| Lists |

Ten best hip-hop Christmas songs

Keep Westword Free
I Support
  • Local
  • Community
  • Journalism
  • logo

Support the independent voice of Denver and help keep the future of Westword free.

For as many ill conceived hip-hop Christmas cuts that have been produced over the years, there have been as least as many that were great. While they're not all necessarily fun, feel good songs meant to get you in the spirit of the season, and some deal directly with the ills of the holiday or criticize the commercial aspects of it, they're all thought-provoking and thoughtful and definitely worth hearing. Keep reading for a rundown of the ten best hip-hop Christmas songs.

See also: - Ten worst hip-hop Christmas songs - Ten sad, strange and sexy Christmas songs - A Christmas lighting display soundtracked by Slayer

10. Cross Movement - "Different Christmas" Christian rap is probably the most over-looked sub-genre of hip hop, but it's hard to think of more logical place to find good hip-hop tunes for the season. On Gift Rap, one of the most popular Christian acts, Cross Movement, offers a track in remembrance of those who are no longer with us, something everyone can relate to. The beat has a nice guitar riff, along with relaxed cadenced rhymes about lost love ones. This one is very well composed.

9. Ras Kas - "Jack Frost II" The second version this song is more memorable than the original, simply for the lyrical ability of Ras Kas and the original concept. In the intro, the sample of "I'm Dreaming of a White Christmas" serves as a sarcastic slap to those who celebrate Christmas. Pulling no punches, the California MC offers his thoughts of the origin of holiday saying, "scientifically put, it's the winter solstice/You a slave if you celebrate Christmas." This cut, which takes on Christmas from different perspective, is clearly not for everyone.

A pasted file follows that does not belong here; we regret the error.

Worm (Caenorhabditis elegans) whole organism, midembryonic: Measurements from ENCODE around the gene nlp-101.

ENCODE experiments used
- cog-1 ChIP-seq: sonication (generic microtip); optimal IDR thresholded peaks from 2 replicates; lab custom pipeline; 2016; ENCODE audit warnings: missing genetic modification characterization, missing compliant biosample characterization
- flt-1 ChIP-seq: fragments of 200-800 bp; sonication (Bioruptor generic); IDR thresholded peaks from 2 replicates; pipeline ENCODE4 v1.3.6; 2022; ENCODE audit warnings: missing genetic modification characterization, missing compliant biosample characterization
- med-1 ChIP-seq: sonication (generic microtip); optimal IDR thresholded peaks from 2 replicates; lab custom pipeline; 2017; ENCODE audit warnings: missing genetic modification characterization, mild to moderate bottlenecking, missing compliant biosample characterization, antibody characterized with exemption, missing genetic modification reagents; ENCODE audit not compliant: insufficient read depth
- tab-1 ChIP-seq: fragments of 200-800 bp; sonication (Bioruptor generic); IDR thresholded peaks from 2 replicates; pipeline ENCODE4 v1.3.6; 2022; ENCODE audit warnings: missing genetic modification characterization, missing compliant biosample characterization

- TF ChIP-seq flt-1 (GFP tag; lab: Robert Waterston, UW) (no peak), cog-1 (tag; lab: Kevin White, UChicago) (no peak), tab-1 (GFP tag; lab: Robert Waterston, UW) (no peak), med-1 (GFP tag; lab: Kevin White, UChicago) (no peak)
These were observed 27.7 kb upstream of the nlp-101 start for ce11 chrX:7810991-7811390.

8. Ghostface Christmas - "Ghostface Christmas" Ghostface Killah, Wu-Tang's master of rhyme styles, is a legendary story teller, so naturally, he easily flows on the concept of Christmas. You can almost picture Ghost standing around a fire telling this tale to an enthusiastic crowd. The MC is always vivid in his descriptions, and here he colors the rhyme with descriptions of the smells of Christmas, as he raps about Rudolph the Red Nose Reindeer, Santa Claus and his wardrobe for Christmas Eve.

7. Run DMC & the Christmas Allstars - "Santa Baby" Run DMC released this holiday treat in 1997 on A Very Special Christmas, which benefited the Special Olympics. The trio takes the lead on a tranquil hip-hop beat with a line-up of stars (Mase, Puff Daddy, Salt N Pepa, Snoop, Onyx and Keith Murray) in tow who all deliver surprisingly good performances. Contrasting the unhurried beat, they each rap about the ills of the holidays for the less fortunate.

6. TLC - "All I Want for Christmas" In 1993, the A La Face Family Christmas album featured this classic jazzy track from the trio of T-Boz, Chilli and Left Eye. The piano-based beat has a New Jack swing feel to it. T-Boz sings most of the cut, with harmonies and ad-libs by Chilli, and Left Eye also spits on the track. Refreshingly, this song was an original, as opposed to the cover tracks you often hear on these types of seasonal compilations.